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As I wrote last time this picture showed up: a $25K commercial espresso machine (and that would be a low-end model) is way overkill for a domestic kitchen.

That said now I want a cappuccino.
Some people like their coffee, as the British like their tea.
*sips tea*
Meanwhile i am like
Incoming deadline .
Drinking redbull intensifies ..
HaruhiToy said:
As I wrote last time this picture showed up: a $25K commercial espresso machine (and that would be a low-end model) is way overkill for a domestic kitchen.
The wedding gift from a relative that you are obligated to keep...

Curiosity killed the cat - I had to check the prices of commercial espresso machines: baseline machines ~$5K
Kiho said:
Curiosity killed the cat - I had to check the prices of commercial espresso machines:
Actually you are right. They sure have come down in price over the last several years.
Am I the only one to notice the cute Whale on the right?
I wonder if it's a toy or something.
You can get a pretty good espresso machine for $1200, but you also have to consider the grinder. At the lower end, that will add another $500 for something good enough to produce a consistent espresso grind. It's also better in the long run to add another $300 to the bill for an entry-level roaster (and a scale) because green beans are half the price of roasted beans (around $7/lb after you account for the ~15% mass reduction during the roast process). The initial cost is $2k, but the cost per cup around $0.50 if you include milk for a cappuccino and round up. If a cappuccino normally costs $3, you "break even" after 800 cups, which is under 1.5 years if you drink 1-2 cups (1.5) per day. I actually prefer making americanos, though, which are closer to $0.25/cup; it's easier to taste the espresso without the milk overshadowing it, and they still taste good cold.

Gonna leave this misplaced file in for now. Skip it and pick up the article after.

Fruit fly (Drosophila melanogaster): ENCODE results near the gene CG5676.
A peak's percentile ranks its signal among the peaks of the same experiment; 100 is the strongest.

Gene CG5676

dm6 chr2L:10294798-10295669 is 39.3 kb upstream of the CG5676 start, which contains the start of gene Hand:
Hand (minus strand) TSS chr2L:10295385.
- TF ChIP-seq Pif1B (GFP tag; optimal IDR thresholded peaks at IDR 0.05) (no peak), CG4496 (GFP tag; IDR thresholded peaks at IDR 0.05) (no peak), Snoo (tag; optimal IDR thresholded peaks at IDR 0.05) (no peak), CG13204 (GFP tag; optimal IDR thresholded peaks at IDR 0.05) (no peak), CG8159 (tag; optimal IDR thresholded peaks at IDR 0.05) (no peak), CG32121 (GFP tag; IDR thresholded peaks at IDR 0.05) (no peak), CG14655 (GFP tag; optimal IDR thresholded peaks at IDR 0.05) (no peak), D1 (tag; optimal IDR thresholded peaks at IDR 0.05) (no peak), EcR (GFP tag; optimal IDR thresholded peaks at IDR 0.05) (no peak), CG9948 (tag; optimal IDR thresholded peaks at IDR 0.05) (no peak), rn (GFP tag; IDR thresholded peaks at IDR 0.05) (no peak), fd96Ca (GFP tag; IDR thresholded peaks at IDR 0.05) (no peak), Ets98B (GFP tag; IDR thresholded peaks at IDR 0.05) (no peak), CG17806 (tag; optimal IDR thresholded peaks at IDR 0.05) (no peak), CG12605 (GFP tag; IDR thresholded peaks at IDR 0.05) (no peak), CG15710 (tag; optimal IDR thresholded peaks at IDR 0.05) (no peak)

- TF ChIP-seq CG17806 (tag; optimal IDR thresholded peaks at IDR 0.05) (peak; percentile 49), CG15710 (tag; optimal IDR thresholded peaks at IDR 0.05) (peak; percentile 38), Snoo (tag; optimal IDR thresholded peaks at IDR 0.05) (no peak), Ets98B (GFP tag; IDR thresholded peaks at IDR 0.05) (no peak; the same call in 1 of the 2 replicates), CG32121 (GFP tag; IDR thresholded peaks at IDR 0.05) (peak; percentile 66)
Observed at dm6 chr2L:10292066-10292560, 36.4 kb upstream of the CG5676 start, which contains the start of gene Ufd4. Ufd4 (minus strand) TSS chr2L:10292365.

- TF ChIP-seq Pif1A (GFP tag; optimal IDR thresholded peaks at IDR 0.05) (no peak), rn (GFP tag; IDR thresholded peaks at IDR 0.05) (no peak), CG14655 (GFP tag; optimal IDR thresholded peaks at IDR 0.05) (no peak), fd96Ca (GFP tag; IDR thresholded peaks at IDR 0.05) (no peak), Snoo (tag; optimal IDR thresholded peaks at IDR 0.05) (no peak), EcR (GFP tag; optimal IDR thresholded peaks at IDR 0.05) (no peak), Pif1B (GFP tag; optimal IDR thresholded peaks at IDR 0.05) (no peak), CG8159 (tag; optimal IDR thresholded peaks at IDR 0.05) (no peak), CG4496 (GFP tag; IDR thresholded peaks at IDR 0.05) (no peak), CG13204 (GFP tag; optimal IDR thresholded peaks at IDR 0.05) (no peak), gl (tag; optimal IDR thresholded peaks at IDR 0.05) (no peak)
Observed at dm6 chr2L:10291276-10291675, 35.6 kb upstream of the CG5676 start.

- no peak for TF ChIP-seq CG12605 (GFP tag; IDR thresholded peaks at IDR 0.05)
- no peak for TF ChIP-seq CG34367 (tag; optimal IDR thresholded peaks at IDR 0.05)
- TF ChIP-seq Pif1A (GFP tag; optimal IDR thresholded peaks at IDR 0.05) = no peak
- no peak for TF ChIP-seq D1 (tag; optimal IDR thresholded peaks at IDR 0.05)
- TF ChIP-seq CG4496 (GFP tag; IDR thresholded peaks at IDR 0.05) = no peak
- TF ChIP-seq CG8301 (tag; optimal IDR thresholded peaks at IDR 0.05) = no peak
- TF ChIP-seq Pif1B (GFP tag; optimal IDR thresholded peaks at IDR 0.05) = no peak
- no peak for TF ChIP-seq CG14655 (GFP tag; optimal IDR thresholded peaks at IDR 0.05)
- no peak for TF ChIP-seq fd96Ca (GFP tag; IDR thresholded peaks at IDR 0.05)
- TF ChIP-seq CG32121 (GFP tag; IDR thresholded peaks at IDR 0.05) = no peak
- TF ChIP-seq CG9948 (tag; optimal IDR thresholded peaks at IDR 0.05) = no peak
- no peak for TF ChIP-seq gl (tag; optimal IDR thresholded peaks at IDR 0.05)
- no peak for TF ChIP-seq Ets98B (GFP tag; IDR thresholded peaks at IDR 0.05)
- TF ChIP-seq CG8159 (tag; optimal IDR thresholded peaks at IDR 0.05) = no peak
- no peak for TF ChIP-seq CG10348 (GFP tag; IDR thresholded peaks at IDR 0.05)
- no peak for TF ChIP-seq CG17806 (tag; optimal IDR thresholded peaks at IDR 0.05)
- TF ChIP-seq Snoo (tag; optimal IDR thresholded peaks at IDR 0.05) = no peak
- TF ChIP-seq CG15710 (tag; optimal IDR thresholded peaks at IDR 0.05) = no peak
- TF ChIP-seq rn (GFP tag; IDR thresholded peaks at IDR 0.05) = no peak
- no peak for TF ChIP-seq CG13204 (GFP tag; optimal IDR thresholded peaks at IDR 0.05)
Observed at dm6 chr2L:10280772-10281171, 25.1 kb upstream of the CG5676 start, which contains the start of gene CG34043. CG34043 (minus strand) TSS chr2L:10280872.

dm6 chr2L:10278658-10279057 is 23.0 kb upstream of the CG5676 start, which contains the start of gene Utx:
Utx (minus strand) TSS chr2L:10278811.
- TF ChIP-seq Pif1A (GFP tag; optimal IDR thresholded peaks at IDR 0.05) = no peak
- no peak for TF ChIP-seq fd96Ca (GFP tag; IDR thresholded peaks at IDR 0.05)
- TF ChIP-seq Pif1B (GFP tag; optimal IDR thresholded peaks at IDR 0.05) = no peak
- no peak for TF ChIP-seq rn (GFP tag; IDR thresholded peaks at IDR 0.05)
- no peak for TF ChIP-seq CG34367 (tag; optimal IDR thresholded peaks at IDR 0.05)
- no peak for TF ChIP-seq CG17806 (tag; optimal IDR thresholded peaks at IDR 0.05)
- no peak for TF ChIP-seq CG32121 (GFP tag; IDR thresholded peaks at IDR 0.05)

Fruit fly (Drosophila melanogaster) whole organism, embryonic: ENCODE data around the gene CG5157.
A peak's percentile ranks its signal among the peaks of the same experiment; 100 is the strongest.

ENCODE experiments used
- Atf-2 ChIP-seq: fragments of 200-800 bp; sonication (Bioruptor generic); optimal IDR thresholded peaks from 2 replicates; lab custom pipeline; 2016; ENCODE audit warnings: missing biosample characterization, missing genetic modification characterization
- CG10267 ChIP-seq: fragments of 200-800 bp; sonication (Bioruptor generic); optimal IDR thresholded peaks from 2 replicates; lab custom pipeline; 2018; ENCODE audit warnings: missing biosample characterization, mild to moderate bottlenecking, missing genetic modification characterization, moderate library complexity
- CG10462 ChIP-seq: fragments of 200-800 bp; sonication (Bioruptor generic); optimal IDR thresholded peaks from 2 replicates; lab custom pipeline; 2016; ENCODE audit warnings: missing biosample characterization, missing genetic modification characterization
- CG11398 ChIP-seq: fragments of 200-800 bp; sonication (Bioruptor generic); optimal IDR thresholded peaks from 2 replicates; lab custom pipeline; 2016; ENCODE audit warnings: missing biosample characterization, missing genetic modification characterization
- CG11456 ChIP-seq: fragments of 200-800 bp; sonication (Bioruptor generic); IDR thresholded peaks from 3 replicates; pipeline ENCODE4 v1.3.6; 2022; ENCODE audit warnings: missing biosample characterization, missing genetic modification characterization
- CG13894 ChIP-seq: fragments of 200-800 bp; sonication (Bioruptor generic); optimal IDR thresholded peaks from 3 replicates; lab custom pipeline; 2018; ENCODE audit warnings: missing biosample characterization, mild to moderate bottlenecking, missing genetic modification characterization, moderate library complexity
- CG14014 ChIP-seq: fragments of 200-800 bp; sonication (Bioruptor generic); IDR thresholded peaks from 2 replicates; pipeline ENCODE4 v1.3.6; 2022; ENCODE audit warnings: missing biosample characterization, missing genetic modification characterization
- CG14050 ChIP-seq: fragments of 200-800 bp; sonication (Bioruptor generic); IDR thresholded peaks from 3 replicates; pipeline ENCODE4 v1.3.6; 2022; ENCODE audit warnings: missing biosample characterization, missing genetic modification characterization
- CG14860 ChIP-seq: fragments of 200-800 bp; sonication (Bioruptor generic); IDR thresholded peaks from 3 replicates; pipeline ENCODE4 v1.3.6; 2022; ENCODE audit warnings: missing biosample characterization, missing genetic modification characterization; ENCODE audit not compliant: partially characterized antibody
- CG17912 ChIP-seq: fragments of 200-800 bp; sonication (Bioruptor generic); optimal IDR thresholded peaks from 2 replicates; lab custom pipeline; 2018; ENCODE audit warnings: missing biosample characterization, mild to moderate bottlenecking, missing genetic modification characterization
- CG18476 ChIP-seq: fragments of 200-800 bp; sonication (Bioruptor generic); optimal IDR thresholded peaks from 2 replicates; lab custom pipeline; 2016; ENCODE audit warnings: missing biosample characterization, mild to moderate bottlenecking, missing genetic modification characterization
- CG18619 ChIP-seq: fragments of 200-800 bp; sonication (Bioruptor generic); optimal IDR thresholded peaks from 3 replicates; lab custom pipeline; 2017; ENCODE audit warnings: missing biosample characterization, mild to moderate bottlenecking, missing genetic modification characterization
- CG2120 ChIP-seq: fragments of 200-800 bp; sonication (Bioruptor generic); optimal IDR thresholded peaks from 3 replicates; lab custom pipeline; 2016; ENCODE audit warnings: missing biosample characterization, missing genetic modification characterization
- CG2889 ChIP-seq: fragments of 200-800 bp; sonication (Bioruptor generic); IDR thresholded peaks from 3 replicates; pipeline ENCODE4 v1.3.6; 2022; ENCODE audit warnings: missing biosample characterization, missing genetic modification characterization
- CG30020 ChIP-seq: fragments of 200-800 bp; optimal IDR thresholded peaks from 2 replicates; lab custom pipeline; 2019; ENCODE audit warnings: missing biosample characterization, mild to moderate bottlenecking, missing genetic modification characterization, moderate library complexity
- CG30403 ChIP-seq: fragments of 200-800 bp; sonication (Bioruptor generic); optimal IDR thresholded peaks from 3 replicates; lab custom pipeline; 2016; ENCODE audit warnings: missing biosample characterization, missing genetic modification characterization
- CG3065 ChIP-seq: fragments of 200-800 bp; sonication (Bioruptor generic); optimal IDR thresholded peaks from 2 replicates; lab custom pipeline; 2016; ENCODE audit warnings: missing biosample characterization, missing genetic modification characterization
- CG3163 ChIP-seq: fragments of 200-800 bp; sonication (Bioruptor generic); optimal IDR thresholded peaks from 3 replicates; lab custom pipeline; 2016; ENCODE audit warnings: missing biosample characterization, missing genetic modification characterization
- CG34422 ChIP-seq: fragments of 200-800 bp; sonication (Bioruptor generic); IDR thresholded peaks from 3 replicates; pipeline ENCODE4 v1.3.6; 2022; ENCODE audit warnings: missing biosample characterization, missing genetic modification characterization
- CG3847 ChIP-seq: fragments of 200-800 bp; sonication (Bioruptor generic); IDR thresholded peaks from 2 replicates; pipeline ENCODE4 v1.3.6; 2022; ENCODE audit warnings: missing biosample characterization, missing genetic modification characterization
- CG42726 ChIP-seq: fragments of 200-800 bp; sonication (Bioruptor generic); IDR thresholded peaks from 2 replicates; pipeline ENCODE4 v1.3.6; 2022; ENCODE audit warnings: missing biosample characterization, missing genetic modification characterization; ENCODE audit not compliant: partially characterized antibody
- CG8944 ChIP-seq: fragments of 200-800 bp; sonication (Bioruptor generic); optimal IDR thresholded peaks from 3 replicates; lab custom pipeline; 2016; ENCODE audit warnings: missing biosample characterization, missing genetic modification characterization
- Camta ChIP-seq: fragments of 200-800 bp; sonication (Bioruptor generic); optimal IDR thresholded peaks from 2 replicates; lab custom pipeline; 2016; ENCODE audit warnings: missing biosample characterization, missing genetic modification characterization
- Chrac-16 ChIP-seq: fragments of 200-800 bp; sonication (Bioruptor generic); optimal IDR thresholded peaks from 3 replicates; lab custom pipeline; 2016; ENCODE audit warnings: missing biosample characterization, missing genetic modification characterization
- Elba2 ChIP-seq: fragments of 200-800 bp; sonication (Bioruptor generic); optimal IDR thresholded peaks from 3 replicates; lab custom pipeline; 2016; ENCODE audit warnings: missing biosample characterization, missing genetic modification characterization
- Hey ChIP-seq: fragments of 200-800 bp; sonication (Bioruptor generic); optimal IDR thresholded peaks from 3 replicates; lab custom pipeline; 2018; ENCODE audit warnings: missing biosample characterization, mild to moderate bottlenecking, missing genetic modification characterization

Of course, it's cheaper overall to simply consume fewer espresso drinks, but a home setup is less expensive over time if you already purchase espresso drinks regularly.
kyouma123 said:
You can get a pretty good espresso machine for $1200, but you also have to consider the grinder.
What I have is a Gaggia Titanium -- currently retail is less than $700 and it is a full automatic. That means it includes the grinder. That's my 2nd of that model and the prior one cost about $900.

What you pay for in an espresso machine is mostly durability. It is one thing if you make 1-2 cups a day. If you are serving 500 shots a day like a typical coffee shop my machine would be ready for the junk heap in short order.
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